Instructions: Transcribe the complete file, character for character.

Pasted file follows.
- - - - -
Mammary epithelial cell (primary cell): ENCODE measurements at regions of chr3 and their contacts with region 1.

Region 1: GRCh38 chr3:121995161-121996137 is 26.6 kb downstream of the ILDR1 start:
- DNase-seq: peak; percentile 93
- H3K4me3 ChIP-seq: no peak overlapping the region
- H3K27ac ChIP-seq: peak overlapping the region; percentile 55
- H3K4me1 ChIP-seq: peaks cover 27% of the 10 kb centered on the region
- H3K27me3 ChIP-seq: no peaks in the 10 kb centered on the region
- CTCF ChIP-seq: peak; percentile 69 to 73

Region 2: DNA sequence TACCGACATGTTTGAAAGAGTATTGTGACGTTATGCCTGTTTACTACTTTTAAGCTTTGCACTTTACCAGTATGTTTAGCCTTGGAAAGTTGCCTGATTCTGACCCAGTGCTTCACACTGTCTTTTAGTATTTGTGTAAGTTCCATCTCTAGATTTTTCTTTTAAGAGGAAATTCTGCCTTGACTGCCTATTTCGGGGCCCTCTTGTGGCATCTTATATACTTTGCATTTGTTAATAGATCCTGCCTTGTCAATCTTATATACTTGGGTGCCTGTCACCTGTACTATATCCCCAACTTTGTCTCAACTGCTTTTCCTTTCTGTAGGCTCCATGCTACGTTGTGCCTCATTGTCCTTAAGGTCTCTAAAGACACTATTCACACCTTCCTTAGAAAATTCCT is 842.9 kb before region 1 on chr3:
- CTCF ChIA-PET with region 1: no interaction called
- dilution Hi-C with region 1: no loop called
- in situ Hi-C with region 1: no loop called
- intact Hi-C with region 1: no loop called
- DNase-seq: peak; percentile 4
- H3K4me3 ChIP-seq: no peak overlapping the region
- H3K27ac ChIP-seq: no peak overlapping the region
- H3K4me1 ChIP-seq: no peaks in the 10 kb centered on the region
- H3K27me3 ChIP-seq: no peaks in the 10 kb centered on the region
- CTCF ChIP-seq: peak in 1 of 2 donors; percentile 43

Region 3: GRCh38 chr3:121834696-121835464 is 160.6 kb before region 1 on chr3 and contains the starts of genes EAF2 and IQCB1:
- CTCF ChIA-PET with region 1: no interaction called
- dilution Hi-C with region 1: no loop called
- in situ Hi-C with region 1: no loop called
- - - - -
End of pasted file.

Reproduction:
Mammary epithelial cell (primary cell): ENCODE measurements at regions of chr3 and their contacts with region 1.

Region 1: GRCh38 chr3:121995161-121996137 is 26.6 kb downstream of the ILDR1 start:
- DNase-seq: peak; percentile 93
- H3K4me3 ChIP-seq: no peak overlapping the region
- H3K27ac ChIP-seq: peak overlapping the region; percentile 55
- H3K4me1 ChIP-seq: peaks cover 27% of the 10 kb centered on the region
- H3K27me3 ChIP-seq: no peaks in the 10 kb centered on the region
- CTCF ChIP-seq: peak; percentile 69 to 73

Region 2: DNA sequence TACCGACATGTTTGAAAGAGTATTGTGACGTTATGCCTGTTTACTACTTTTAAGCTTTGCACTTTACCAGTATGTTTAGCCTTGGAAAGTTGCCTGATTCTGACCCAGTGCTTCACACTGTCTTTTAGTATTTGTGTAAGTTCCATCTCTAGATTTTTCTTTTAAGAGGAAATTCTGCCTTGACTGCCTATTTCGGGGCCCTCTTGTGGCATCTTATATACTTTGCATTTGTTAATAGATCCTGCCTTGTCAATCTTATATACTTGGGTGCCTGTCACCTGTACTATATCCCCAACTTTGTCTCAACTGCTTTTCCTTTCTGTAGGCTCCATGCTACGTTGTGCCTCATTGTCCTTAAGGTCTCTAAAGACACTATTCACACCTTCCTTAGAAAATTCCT is 842.9 kb before region 1 on chr3:
- CTCF ChIA-PET with region 1: no interaction called
- dilution Hi-C with region 1: no loop called
- in situ Hi-C with region 1: no loop called
- intact Hi-C with region 1: no loop called
- DNase-seq: peak; percentile 4
- H3K4me3 ChIP-seq: no peak overlapping the region
- H3K27ac ChIP-seq: no peak overlapping the region
- H3K4me1 ChIP-seq: no peaks in the 10 kb centered on the region
- H3K27me3 ChIP-seq: no peaks in the 10 kb centered on the region
- CTCF ChIP-seq: peak in 1 of 2 donors; percentile 43

Region 3: GRCh38 chr3:121834696-121835464 is 160.6 kb before region 1 on chr3 and contains the starts of genes EAF2 and IQCB1:
- CTCF ChIA-PET with region 1: no interaction called
- dilution Hi-C with region 1: no loop called
- in situ Hi-C with region 1: no loop called